“Crime is complex; evidence is complex; and people are complex.”
“…the less one knows about something, the simpler and more certain things seem. While illusions are convenient, allowing us to pretend that we have achieved some level of understanding so that we can go back about our day without having to change the way we think or behave, it puts us nowhere nearer to any kind of informed understanding of crime and criminals.”
This is one blog post you won’t want to miss.
I’ve been fortunate to have met many individuals that work within the criminal justice system and in the private sector from detectives, forensic scientists to criminal profilers. I’ve received many questions about the recent mass shootings and I have seen many articles and topics about it. I wanted to dig a little deeper into this topic.
My guest blog post today is from renowned forensic scientist and criminal profiler Brent Turvey. He graciously accommodated my request to talk about the recent mass shootings and what it really means in the world of crime today.
Mass Shootings and the Complexity of Crime
As the whole world knows by now, a midnight showing of the “Dark Knight Rises” on July 20 in Aurora, Colorado was interrupted by a gunman who opened fire and left 12 people dead and 58 wounded. Immediately, there were extreme reactions and opinions about who the gunman was, why he did it, and how this tragedy could have been prevented – all without the benefit of facts or even an investigation. Mostly, this came from predisposed advocates or uninformed pundits who, for lack of actual casework, could easily make themselves available for comment and fill airtime.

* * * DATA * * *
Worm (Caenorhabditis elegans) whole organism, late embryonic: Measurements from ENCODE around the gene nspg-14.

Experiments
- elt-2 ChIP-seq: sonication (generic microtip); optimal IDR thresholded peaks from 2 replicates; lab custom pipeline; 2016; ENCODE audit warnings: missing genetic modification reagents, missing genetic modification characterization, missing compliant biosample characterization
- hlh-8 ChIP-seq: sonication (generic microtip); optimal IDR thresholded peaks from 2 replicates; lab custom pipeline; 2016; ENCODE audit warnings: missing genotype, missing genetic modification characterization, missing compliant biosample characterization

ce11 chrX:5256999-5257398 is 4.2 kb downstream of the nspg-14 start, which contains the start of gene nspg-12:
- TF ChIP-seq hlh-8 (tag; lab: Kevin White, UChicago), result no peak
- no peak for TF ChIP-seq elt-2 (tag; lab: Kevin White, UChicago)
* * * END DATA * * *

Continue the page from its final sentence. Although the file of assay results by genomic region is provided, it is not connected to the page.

Now that we have distance from the tragedy, and some actual information, it is clear that there are some lessons to be learned.
First, the 24-hour news cycle has created the illusion that every detail about every crime, and those persons involved, can be immediately learned and understood with either a Google search or a stop at Wikipedia. This is not the case. Crime is complex; evidence is complex; and people are complex. Viewing any of these through tools that rely on simplistic constructs or stereotypes results in a blurred lens that mimics clarity. In other words, the less one knows about something, the simpler and more certain things seem. While illusions are convenient, allowing us to pretend that we have achieved some level of understanding so that we can go back about our day without having to change the way we think or behave, it puts us nowhere nearer to any kind of informed understanding of crime and criminals.
Second, it needs to point out that the mass shooting phenomenon is not unique to the United States, as many seem to believe. This is something that happens everywhere. It happens across the United States and it happens around the world. However, international news is poorly reported within the United States, unless we are trying to demonize our Mexican cousins or report on the atrocities committed in the Middle East. What’s worse, shootings that occur within the United States, in high crime areas, often between or against minorities, receive little or no media attention at all. Consequently, U.S. citizens are terribly uninformed about the nature and extent of shooting violence occurs that occurs anywhere, let alone within their own borders. In fact, it’s worth noting that the best scientific research on the subject of mass shootings has come out of Scandinavia.